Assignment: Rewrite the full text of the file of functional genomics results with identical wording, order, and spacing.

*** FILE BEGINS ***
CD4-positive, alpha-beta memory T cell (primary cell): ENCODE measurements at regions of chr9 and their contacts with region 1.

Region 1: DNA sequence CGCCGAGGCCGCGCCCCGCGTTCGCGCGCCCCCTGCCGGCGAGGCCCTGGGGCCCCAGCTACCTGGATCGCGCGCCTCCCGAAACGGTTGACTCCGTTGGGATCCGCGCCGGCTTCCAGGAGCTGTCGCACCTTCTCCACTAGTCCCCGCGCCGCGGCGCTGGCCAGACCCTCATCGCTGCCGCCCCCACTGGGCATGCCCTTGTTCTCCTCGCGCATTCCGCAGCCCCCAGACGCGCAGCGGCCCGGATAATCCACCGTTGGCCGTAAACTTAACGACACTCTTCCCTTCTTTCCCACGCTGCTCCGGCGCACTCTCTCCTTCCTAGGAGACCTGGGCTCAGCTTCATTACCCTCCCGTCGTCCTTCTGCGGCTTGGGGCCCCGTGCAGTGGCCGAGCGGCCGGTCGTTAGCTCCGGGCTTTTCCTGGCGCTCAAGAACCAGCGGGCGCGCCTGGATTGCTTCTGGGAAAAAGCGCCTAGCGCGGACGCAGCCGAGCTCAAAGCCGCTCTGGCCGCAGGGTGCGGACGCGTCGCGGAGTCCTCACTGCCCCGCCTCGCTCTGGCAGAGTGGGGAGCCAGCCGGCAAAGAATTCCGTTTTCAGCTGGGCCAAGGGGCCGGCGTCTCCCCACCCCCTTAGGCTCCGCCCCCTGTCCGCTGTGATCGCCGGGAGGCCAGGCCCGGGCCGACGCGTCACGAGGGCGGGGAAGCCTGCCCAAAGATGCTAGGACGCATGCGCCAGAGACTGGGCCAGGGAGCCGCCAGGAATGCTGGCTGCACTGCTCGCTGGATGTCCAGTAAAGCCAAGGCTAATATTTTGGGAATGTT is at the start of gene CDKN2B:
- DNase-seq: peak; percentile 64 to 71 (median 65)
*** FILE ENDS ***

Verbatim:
CD4-positive, alpha-beta memory T cell (primary cell): ENCODE measurements at regions of chr9 and their contacts with region 1.

Region 1: DNA sequence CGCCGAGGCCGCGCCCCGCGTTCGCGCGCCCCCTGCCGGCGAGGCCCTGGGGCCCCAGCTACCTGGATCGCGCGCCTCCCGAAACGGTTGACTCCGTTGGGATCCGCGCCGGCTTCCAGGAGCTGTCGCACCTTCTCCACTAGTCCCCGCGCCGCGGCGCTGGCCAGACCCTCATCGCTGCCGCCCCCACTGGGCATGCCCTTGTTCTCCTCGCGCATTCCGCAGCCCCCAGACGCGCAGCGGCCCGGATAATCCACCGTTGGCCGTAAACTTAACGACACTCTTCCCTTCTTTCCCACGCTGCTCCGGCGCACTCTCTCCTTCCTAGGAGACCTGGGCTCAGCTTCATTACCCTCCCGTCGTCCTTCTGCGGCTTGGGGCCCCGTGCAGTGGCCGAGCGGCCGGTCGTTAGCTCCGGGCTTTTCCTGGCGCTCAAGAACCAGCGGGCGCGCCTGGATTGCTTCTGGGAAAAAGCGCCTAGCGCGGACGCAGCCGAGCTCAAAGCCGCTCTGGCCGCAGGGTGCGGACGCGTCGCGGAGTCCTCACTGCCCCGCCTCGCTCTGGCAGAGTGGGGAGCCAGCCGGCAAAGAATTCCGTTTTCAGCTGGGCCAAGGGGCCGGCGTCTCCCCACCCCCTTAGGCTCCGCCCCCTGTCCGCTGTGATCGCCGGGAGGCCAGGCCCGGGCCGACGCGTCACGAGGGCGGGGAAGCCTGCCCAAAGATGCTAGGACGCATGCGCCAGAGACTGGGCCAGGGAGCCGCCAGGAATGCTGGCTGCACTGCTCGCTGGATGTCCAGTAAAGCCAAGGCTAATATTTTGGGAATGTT is at the start of gene CDKN2B:
- DNase-seq: peak; percentile 64 to 71 (median 65)